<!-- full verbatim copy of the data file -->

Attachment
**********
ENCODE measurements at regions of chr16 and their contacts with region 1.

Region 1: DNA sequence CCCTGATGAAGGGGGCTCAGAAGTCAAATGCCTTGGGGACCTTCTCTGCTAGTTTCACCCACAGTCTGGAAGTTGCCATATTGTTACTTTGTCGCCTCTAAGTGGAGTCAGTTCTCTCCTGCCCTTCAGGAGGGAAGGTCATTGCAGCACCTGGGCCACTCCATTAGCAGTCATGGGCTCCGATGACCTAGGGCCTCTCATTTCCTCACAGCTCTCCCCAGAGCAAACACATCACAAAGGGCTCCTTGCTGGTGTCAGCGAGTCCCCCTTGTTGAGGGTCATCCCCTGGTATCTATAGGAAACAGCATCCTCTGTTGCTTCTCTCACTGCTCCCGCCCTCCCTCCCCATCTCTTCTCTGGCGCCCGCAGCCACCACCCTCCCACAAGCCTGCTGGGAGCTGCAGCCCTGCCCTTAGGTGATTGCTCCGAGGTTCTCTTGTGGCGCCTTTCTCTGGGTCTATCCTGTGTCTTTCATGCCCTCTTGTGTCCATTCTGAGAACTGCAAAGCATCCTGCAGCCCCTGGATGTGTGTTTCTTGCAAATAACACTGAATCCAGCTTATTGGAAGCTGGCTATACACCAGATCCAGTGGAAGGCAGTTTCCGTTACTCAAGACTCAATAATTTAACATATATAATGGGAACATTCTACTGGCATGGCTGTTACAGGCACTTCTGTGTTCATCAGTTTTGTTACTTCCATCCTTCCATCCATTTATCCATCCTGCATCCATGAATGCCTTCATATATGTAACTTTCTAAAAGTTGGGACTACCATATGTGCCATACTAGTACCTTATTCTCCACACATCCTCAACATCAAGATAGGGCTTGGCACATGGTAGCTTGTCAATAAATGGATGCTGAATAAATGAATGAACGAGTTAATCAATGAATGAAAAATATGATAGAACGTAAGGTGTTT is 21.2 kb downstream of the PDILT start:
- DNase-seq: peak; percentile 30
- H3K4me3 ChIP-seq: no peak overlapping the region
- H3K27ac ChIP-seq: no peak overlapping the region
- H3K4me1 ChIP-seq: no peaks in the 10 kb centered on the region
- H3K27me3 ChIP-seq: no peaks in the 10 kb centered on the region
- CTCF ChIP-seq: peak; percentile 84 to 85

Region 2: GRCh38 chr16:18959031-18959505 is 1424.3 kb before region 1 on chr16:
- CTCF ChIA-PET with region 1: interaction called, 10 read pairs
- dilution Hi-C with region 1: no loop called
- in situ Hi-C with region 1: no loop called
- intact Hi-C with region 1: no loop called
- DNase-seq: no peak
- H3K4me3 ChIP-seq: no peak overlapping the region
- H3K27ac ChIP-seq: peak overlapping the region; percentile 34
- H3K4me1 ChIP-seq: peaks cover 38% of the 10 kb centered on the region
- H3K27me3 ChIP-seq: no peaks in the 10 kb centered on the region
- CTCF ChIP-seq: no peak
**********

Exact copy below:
ENCODE measurements at regions of chr16 and their contacts with region 1.

Region 1: DNA sequence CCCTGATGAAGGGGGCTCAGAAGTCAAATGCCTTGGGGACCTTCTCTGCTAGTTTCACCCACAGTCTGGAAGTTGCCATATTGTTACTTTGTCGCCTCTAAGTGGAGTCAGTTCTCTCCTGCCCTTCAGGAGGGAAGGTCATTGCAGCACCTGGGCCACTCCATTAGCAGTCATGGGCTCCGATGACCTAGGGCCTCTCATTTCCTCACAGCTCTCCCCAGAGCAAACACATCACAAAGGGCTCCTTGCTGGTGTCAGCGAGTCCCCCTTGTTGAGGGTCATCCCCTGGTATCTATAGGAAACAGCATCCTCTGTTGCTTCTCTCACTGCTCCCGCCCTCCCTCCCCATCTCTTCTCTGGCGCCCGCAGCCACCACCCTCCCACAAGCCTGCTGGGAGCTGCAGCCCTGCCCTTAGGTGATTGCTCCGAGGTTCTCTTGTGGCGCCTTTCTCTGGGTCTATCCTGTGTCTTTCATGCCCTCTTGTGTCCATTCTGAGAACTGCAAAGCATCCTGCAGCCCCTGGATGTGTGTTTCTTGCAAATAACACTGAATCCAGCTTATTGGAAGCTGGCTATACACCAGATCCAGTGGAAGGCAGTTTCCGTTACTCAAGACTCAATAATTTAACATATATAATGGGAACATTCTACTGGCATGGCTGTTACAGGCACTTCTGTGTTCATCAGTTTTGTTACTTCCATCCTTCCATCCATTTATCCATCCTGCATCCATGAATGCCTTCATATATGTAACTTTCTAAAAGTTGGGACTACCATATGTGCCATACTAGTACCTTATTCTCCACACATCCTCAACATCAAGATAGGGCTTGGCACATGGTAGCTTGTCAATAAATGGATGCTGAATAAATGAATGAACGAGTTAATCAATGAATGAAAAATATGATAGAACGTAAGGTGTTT is 21.2 kb downstream of the PDILT start:
- DNase-seq: peak; percentile 30
- H3K4me3 ChIP-seq: no peak overlapping the region
- H3K27ac ChIP-seq: no peak overlapping the region
- H3K4me1 ChIP-seq: no peaks in the 10 kb centered on the region
- H3K27me3 ChIP-seq: no peaks in the 10 kb centered on the region
- CTCF ChIP-seq: peak; percentile 84 to 85

Region 2: GRCh38 chr16:18959031-18959505 is 1424.3 kb before region 1 on chr16:
- CTCF ChIA-PET with region 1: interaction called, 10 read pairs
- dilution Hi-C with region 1: no loop called
- in situ Hi-C with region 1: no loop called
- intact Hi-C with region 1: no loop called
- DNase-seq: no peak
- H3K4me3 ChIP-seq: no peak overlapping the region
- H3K27ac ChIP-seq: peak overlapping the region; percentile 34
- H3K4me1 ChIP-seq: peaks cover 38% of the 10 kb centered on the region
- H3K27me3 ChIP-seq: no peaks in the 10 kb centered on the region
- CTCF ChIP-seq: no peak